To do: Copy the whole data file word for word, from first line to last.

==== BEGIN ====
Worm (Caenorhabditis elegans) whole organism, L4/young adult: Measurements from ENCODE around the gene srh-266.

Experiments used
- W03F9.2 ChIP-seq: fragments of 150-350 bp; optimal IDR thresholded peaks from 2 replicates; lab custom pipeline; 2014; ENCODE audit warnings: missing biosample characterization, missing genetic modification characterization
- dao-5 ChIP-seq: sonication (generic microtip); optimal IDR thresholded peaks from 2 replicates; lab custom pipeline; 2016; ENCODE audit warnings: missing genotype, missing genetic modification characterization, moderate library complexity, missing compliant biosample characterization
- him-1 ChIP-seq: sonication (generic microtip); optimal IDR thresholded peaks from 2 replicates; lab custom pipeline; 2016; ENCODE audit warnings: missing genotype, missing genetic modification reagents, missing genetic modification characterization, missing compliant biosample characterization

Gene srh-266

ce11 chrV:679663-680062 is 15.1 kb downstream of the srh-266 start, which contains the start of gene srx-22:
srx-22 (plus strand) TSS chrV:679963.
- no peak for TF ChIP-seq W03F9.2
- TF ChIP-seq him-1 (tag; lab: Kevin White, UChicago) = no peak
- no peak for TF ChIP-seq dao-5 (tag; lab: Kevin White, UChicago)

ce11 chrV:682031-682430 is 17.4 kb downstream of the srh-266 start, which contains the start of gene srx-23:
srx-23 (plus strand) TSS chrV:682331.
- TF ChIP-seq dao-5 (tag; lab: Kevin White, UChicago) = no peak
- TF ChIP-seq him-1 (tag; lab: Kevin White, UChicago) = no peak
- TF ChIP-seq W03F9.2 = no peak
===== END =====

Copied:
Worm (Caenorhabditis elegans) whole organism, L4/young adult: Measurements from ENCODE around the gene srh-266.

Experiments used
- W03F9.2 ChIP-seq: fragments of 150-350 bp; optimal IDR thresholded peaks from 2 replicates; lab custom pipeline; 2014; ENCODE audit warnings: missing biosample characterization, missing genetic modification characterization
- dao-5 ChIP-seq: sonication (generic microtip); optimal IDR thresholded peaks from 2 replicates; lab custom pipeline; 2016; ENCODE audit warnings: missing genotype, missing genetic modification characterization, moderate library complexity, missing compliant biosample characterization
- him-1 ChIP-seq: sonication (generic microtip); optimal IDR thresholded peaks from 2 replicates; lab custom pipeline; 2016; ENCODE audit warnings: missing genotype, missing genetic modification reagents, missing genetic modification characterization, missing compliant biosample characterization

Gene srh-266

ce11 chrV:679663-680062 is 15.1 kb downstream of the srh-266 start, which contains the start of gene srx-22:
srx-22 (plus strand) TSS chrV:679963.
- no peak for TF ChIP-seq W03F9.2
- TF ChIP-seq him-1 (tag; lab: Kevin White, UChicago) = no peak
- no peak for TF ChIP-seq dao-5 (tag; lab: Kevin White, UChicago)

ce11 chrV:682031-682430 is 17.4 kb downstream of the srh-266 start, which contains the start of gene srx-23:
srx-23 (plus strand) TSS chrV:682331.
- TF ChIP-seq dao-5 (tag; lab: Kevin White, UChicago) = no peak
- TF ChIP-seq him-1 (tag; lab: Kevin White, UChicago) = no peak
- TF ChIP-seq W03F9.2 = no peak